A few of us have discussed the stress that small and medium business proprietors and operators feel these days. We want to help stress you out even more. Not really, but if you aren’t worrying about IT security, you are probably doing it wrong. This series will run through some of the important controls that IT pros have mapped out for us. We are trying to present these in a way that you can accomplish them without dedicated IT staff.
To start from the beginning of this series: Part 1 – Introduction to SMB InfoSec Controls
Part 2: Inventory
The first piece of the puzzle is sitting down and understanding at a minimal or conceptual level what it takes to keep your organization’s IT infrastructure operational. Do you have a modem and a phone line? Who do you call if service drops? Finding answers to these questions should help you sleep a little better at night. That said, there are a lot more of these questions specific to inventory controls.
Do you have an off the shelf device from an outlet store connected to your modem? Do you know the password or who configured it? Do you know what a router is? As the proprietor of any business, it is your job to delegate ownership of network inventory to someone you trust if you are not doing it yourself.
Spreadsheet Framework for Inventory Management:
There should be a separate spreadsheet for servers, laptops, and workstations similar to the following:
Now it’s time to call a staff meeting. The purpose of this meeting is to help people understand that throughout the calendar year of 2018, the company will be transitioning and everyone is going to play a role. Ask your staff if they have had their identity stolen. Ask them if they are worried about hacking. Some of your employees will answer yes to the first and most to the second.
Let’s delegate some tasks. First, find the person with the most knowledge about systems and computers. This person gets to take a crack at the telecommunications area. They need to document the modem, any switches, routers, firewalls, wireless devices, et cetera. Next, each member of your team will need to provide the details of their system to the spreadsheet owner.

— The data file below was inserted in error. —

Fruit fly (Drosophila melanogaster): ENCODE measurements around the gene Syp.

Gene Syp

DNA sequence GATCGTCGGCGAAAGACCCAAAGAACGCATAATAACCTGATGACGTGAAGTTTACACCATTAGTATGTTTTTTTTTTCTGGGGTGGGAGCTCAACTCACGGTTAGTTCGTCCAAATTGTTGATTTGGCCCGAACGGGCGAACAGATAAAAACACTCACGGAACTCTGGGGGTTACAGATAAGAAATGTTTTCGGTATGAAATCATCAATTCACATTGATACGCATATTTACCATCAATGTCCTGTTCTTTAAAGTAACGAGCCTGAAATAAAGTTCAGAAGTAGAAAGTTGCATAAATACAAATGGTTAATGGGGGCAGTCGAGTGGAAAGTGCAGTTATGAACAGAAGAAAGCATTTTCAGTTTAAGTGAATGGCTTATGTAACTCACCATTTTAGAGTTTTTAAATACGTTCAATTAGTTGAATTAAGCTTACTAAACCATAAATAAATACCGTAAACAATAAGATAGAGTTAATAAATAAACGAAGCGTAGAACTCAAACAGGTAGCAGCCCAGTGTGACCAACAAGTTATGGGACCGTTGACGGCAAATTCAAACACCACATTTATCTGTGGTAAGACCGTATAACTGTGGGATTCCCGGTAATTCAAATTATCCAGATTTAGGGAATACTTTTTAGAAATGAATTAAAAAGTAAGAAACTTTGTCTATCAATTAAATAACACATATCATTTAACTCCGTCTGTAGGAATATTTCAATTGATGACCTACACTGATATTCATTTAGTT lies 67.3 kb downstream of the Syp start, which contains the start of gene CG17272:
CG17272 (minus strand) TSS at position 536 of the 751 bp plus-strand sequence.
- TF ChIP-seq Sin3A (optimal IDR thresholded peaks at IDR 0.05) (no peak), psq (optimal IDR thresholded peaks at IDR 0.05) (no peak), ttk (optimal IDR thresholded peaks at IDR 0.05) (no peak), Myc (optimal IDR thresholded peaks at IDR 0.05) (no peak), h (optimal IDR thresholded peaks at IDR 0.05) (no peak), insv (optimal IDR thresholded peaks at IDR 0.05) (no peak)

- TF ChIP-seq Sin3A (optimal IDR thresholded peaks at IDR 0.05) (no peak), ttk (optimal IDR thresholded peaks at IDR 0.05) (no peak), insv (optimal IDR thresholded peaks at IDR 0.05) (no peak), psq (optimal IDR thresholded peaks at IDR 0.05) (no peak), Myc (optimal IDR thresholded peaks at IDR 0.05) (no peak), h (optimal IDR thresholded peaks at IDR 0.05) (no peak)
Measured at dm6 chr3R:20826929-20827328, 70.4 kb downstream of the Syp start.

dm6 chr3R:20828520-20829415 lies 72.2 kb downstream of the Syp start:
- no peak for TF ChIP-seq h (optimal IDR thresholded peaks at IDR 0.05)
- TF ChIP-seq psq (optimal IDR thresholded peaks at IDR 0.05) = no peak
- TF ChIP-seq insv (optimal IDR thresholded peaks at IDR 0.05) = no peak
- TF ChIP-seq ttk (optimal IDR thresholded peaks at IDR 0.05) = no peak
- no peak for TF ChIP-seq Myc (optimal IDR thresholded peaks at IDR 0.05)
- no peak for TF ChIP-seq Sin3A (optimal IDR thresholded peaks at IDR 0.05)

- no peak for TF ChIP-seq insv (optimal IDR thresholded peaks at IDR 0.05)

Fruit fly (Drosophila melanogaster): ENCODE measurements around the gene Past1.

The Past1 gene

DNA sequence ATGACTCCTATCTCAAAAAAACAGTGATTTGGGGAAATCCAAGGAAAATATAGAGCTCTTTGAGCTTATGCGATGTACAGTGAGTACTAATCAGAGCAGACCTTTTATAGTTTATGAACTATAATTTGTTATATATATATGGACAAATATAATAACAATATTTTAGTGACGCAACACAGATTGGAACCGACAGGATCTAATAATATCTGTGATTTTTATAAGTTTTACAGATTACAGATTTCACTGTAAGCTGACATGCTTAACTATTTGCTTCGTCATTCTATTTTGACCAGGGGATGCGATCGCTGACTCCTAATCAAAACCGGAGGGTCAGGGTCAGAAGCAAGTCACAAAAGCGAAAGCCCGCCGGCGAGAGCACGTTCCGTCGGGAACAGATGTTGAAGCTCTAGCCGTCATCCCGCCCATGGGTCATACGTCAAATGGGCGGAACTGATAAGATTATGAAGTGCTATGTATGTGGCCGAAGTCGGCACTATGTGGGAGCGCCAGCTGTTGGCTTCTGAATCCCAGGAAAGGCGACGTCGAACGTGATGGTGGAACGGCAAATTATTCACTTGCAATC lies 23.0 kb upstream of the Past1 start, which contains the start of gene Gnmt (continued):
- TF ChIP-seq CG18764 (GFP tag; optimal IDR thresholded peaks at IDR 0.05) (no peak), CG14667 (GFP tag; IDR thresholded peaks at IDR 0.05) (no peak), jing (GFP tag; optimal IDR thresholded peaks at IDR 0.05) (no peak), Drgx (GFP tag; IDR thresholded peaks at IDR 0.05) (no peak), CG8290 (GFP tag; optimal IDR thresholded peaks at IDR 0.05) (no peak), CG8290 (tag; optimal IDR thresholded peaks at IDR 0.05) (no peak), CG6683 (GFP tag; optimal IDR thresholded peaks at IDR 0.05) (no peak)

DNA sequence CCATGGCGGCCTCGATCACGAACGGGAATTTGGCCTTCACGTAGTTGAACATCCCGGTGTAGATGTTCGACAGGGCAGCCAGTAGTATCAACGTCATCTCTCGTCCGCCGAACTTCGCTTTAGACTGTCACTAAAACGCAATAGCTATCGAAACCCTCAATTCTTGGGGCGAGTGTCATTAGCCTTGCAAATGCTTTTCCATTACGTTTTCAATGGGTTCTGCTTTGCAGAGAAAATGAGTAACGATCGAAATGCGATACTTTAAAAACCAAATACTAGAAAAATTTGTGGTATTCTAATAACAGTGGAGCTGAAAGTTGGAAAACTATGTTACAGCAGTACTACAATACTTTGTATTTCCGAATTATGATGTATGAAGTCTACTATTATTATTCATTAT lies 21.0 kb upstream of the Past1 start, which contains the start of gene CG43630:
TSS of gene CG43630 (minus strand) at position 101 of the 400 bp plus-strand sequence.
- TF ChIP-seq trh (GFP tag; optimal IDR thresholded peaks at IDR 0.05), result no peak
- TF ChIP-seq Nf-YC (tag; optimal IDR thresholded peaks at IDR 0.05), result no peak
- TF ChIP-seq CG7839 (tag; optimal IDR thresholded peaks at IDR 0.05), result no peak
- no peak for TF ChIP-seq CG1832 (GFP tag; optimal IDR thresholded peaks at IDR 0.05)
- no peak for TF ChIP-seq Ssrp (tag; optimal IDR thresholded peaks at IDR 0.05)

There are at least a million unique ways to install and configure a small network. There is a very good chance your network may exist outside even these unique configurations. As a previous member of a ‘managed services’ team, it is very possible that you paid someone else to install, configure, and troubleshoot your network. It is also very possible that these folks are still in charge of your network.
Here’s a very strong case for managed services:
- Networks are complex and hard to manage.
- Without dedicated IT staff, it can be a nightmare to manage yourself.
- For a thousand bucks or so a month, having a dedicated team to answer trouble calls and show up when things are broken, this absolutely crushes the ROI of an FTE.
- Assuming you have a dedicated IT FTE, for even mildly complex networks, it is nearly impossible to know everything.
- Last, it so much easier to let someone else worry about these things.
Let’s look at the last bullet here: “Let someone else worry about your network.” This in itself is a dream and should be far from reality. Contact your managed services provider now and ask for an inventory of your networking gear. Follow up with a second request for the inventory spreadsheet of your servers, workstations, and laptops. If they don’t provide this in a timely fashion, it likely means they don’t have it. This demonstrates a flaw in their management of your network.
So, with a couple of spreadsheets and a plan, you too can maintain an accurate inventory of your network hardware. Your staff can help ease the burden and should feel empowered to do so.
The goal is not to run your business like Amazon runs its warehouses, but maybe someday?
Next up in series, we’ll cover some of the software inventory strategies that can help you finish out the inventory controls from the CSC.